Treasuries Fall After Retail Sales Exceed Forecast

Treasuries fell, pushing 10-year yields toward an 11-month high, after sales at U.S. retailers increased in February by the most in five months, fueling investor appetite for higher-yielding assets.

The rise in yields may help bolster demand at today’s government auction of $21 billion of 10-year notes. The benchmark notes are the highest in demand, or on “special” in the repurchase-agreement, or repo, market, where firms borrow and lend securities. Traders were willing to pay to borrow the securities in exchange for loaning cash.

Treasury yields dropped yesterday for the first time in seven days after climbing last week as stronger-than-forecast U.S. economic data damped demand for the refuge of bonds.

“The number on retail sales looks pretty good,” said Larry Milstein, managing director in New York of government-debt trading a R.W. Pressprich & Co. “The numbers came in pretty solid. We’re softer on Treasuries as you would expect, but we remain in this band.”

Ten-year yields rose three basis points, or 0.03 percentage point, to 2.04 percent at 12:04 p.m. New York time, according to Bloomberg Bond Trader data, after falling earlier to 2 percent. They increased to 2.08 percent on March 8, the highest level since April 5. The price of the 2 percent security maturing in February 2023 declined 7/32, or $2.19 per $1,000 face amount, to 99 5/8.

The yield on the 10-year note needs to test 2.1 percent before investors look toward consistently higher levels, Milstein said.

Repo Rate

Today’s auction, a reopening of the February 10-year note sale, is the second of three note and bond offerings this week totaling $66 billion.

The current 10-year note closed today at the lowest repo rate, negative 2.95 percent. Traders often short, or sell securities they’ve borrowed in the repo market, before a Treasury sale to profit if prices of the securities fall after the auction.

“Before the reopenings, you tend to see the 10-year trade pretty special in repo markets,” said Aaron Kohli, an interest- rate strategist at BNP Paribas SA in New York, which as one of the Federal Reserve’s 21 primary dealers is required to bid at U.S. debt auctions. “What happens is that people are buying up a lot of the 10-year, and then those who want to short it or sell it are having difficulty borrowing it.”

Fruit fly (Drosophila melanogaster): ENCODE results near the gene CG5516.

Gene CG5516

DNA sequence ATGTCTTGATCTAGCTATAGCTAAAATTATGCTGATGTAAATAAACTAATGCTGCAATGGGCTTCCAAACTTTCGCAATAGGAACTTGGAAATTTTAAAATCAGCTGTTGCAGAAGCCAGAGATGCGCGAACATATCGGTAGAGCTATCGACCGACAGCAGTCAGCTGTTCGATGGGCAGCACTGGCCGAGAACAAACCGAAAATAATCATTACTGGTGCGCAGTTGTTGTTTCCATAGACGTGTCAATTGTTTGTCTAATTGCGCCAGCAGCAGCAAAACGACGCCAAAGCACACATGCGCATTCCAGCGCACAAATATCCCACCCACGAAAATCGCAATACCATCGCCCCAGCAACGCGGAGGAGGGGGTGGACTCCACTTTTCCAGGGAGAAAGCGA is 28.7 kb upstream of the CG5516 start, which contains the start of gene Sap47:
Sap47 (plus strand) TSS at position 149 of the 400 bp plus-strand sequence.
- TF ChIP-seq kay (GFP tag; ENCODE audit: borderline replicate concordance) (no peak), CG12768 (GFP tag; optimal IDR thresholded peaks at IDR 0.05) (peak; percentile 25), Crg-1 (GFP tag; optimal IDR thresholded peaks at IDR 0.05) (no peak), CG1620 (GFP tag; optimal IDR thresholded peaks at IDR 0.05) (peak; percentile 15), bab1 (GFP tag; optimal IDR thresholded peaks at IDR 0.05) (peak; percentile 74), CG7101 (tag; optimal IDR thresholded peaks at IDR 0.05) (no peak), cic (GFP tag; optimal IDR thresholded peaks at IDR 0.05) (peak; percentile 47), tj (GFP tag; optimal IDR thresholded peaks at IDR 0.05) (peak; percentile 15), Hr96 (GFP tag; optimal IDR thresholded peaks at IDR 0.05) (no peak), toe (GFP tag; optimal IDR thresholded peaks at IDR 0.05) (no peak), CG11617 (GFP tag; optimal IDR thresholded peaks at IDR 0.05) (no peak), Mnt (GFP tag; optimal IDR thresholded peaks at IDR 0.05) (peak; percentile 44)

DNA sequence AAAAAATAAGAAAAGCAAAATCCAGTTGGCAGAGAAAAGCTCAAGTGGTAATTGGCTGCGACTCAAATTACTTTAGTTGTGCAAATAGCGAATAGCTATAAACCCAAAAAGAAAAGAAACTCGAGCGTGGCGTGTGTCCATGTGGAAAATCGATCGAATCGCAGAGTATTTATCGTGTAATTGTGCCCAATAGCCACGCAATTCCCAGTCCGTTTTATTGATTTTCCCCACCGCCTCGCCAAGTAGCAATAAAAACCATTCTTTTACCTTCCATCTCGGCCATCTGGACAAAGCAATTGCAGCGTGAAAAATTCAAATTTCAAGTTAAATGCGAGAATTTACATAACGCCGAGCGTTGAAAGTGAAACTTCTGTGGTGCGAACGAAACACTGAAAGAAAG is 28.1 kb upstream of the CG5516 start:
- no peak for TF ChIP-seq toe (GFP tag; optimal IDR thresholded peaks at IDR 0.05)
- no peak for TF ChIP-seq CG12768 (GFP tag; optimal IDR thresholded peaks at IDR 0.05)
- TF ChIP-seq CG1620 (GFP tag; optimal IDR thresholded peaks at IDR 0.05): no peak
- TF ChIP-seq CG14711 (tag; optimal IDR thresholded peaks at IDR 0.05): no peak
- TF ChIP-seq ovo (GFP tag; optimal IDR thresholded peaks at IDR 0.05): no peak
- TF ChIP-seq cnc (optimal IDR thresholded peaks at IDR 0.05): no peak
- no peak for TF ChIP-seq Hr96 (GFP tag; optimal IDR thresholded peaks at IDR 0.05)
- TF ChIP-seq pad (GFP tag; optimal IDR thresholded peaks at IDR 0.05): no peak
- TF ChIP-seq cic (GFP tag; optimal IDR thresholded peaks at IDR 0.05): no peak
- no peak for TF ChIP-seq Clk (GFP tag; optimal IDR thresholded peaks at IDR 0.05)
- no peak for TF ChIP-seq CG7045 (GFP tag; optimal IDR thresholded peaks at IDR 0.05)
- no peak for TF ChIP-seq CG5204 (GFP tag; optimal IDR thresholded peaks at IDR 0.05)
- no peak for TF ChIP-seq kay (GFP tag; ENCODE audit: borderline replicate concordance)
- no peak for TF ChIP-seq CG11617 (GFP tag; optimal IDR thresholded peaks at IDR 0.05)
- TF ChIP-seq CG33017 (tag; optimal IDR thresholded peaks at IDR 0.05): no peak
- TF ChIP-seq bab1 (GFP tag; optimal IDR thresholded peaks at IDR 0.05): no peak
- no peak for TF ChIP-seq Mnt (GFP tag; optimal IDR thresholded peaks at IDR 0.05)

The 10-year notes being sold today yielded 2.045 percent in pre-auction trading. At the last offering of the debt on Feb. 13, which drew a yield of 2.046 percent, investors submitted bids for 2.68 times the amount of debt available, versus an average of 2.92 at the previous 10 sales.

The government is scheduled to sell $13 billion of 30-year bonds tomorrow.

‘Hard Time’

“The bond market will have a hard time going up” in price, said Charles Comiskey, head of Treasury trading at the primary dealer Bank of Nova Scotia in New York. “The last couple of economic data we got have been better.”

Ten-year yields climbed the most in almost a year last week as data showed American companies added 236,000 more jobs in January versus the 165,000 forecast by economists.

Retail sales rose 1.1 percent, more than forecast, following a revised 0.2 percent gain in January, Commerce Department figures showed today in Washington. The median forecast in a Bloomberg survey was for a 0.5 percent advance. Sales excluding automobiles and gasoline climbed 0.4 percent, versus a forecast for a gain of 0.2 percent.

Stronger Demand

Treasuries advanced yesterday amid stronger-than-forecast demand at a $32 billion auction of three-year notes. The securities yielded 0.411 percent, below the average forecast of 0.413 percent in a Bloomberg News poll of seven primary dealers.

Treasuries have lost 1 percent this year, according to Bank of America Merrill Lynch indexes. German government securities have declined 0.7 percent, the indexes show.

Treasury securities due in a decade and more are trading at almost the cheapest level since 2011 relative to global peers with similar maturities, Bank of America Merrill Lynch indexes show. Yields on the Treasuries were 54 basis points higher on March 8 than those in an index of other sovereign debt due in 10 years and more, based on the data. It was the most since August 2011. The spread was 52 basis points yesterday.

Yields will decline to 1.86 percent by March 31 and rise to 2.31 percent by year-end, according to the weighted average forecast in a Bloomberg survey of economists.

Volatility Fell

Volatility as measured by the Bank of America Merrill Lynch MOVE index dropped yesterday to 53.7 basis points, the lowest since Jan. 23. The gauge, which tracks the outlook for swings in U.S. government debt rates, has averaged 66.2 basis points over the past year.

The Fed purchased $1.46 billion today in Treasuries due from February 2036 to February 2043. The U.S. central bank has been buying $85 billion of Treasury and mortgage bonds each month under the quantitative-easing stimulus strategy since the start of the year. The effort is designed to try to hold down borrowing costs and encourage economic growth.

To contact the reporters on this story: Susanne Walker in New York at swalker33@bloomberg.net

To contact the editor responsible for this story: Dave Liedtka at dliedtka@bloomberg.net

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